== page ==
Buenos Aires, by Noelia Diaco. Photo is not visible, used only for sharing on social networks.

Motorcycle trip day 2: Jesus Maria to Monteros

November 21, 2011
road route 60 argentina

(If you're just coming to the blog and want to read from the beginning of the trip, start here.)

Day 2: Jesus Maria to Monteros
Distance: 580 kilometers

Sometimes it helps to open the curtains. We woke up in our motel in Jesus Maria and rainproofed our gear, though we fully expected bright sunny skies. Only once we were finished, with our rain clothes packed away, did we leave our room for breakfast and discover the rain pouring down. We had a few doubts about the feasibility of our itinerary, which depended covering a lot of ground on day 2 to make it to the northwest, but we headed out anyway. A hotel employee had assured us it would only rain for 100 kilometers (how he could know this we weren't sure).

harley davidson street glide rain gear
Our bike outfitted for the weather
I couldn't tell you anything about the landscape for the first hour. I remember that we turned on the right road and that it rained. But our rain gear did a remarkably good job (and I tied plastic bags around my feet) and about an hour later, we pulled into a gas station in Dean Funes to warm up. 

This was where we discovered the wonder of Argentine gas stations. Called service stations, they're outfitted as pit stops for travelers, with free public bathrooms (often cleaner than restaurant bathrooms), cafe services, snack foods and even hot water dispensers for mate. At the station in Dean Funes, we ordered hot chocolate with turned out to be warm milk with chocolate melted at the bottom (yum). During the trip, we ate several breakfasts at gas stations and regularly relied on them for our caffeine fix. American gas stations would do well to copy the Argentine model.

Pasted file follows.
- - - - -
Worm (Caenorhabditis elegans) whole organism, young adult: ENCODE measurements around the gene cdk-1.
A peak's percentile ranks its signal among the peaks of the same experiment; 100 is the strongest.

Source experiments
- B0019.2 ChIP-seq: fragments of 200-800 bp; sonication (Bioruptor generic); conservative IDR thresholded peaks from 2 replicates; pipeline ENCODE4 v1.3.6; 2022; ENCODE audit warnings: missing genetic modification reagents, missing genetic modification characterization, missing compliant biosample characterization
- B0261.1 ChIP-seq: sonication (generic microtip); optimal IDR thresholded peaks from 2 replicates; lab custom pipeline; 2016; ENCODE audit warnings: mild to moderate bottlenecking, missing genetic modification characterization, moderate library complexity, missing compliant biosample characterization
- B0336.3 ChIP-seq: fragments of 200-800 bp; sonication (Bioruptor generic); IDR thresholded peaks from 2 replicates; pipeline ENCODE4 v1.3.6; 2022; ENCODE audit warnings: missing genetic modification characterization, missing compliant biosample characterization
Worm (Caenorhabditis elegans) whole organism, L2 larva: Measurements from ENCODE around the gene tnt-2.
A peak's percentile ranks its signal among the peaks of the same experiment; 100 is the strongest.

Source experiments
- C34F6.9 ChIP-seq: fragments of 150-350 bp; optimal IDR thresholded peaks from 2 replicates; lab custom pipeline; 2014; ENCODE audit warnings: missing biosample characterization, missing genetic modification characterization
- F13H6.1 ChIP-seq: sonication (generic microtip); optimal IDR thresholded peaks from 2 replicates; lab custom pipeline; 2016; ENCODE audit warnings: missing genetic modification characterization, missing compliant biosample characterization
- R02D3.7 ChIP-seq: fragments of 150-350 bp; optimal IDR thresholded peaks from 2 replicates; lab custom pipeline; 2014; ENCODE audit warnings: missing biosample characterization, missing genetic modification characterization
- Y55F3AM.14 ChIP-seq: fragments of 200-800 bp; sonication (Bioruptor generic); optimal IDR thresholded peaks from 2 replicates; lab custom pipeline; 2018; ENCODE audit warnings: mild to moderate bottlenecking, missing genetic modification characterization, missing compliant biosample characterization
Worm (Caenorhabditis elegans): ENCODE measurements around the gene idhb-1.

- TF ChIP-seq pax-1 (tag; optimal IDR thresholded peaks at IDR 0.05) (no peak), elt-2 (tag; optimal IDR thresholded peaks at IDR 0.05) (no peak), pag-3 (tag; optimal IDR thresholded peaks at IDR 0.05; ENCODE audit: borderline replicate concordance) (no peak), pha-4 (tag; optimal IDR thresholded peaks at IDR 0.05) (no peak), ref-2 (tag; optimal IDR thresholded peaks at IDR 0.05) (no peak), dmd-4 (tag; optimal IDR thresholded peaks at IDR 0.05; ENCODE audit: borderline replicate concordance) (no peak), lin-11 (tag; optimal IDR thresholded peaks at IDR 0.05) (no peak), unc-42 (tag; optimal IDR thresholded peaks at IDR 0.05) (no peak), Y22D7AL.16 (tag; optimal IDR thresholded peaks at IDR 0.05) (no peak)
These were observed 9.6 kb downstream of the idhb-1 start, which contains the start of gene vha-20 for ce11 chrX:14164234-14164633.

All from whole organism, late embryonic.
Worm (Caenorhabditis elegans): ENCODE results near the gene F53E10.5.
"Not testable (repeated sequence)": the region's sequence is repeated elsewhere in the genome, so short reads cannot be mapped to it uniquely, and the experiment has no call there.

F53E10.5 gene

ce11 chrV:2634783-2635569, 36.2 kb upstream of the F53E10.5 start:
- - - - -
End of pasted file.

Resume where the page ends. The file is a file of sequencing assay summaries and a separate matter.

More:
And happily once we got back on the road, the rain stopped. We had gotten off the national highway from the previous day, and were on a slightly more winding one-lane road headed north. We first wove our way between the Sierras of Cordoba, passing shimmering salt flats off to the left (we were heading to bigger salt flats later, so we didn't stop). The salt seemed to have killed most of the vegetation, so once we were out of the mountains, we passed through mostly open plains, with only shrubs as vegetation. That created a fierce side wind, and I often had to hold onto my helmet to prevent my neck from getting twisted around, but after our 800-kilometer trek yesterday, the day's ride didn't seem nearly as daunting.

cows argentina route 60

Interestingly, after the endless fields around Buenos Aires, we saw very little farmland in this stretch. Every so often we'd pass through small towns, mostly made of shanty houses. It made me wonder what the people there do for a livelihood.

At around 6pm, we pulled into our destination for the night. There's nothing special in Monteros, but it was the closest town to our route for the next day. We found a private campground (Camping Torrojones) with nice amenities (a covered area where we could cook and park the bike, and soft ground for our tent). We cooked up pasta with pesto, and some tea, and settled into our tent for an early night. And then the rain, which we had been racing all day, arrived. Ben bought the tent in '06 and its rain cover doesn't work very well anymore, but fortunately the additional tarp we brought along (tied down on top of the tent) kept us mostly dry. The rain stopped just in time for us to head out dry the next morning.

- Steph

MSR Whisperlite International camping stove north face tent camping argentina

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